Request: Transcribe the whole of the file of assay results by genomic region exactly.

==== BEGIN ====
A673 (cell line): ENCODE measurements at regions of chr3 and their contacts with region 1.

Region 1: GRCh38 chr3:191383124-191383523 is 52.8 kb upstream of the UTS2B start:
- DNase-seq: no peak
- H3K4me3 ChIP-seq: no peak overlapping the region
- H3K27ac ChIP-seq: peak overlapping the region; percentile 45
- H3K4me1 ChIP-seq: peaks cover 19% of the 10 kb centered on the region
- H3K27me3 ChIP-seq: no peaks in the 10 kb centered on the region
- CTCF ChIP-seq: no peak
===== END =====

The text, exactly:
A673 (cell line): ENCODE measurements at regions of chr3 and their contacts with region 1.

Region 1: GRCh38 chr3:191383124-191383523 is 52.8 kb upstream of the UTS2B start:
- DNase-seq: no peak
- H3K4me3 ChIP-seq: no peak overlapping the region
- H3K27ac ChIP-seq: peak overlapping the region; percentile 45
- H3K4me1 ChIP-seq: peaks cover 19% of the 10 kb centered on the region
- H3K27me3 ChIP-seq: no peaks in the 10 kb centered on the region
- CTCF ChIP-seq: no peak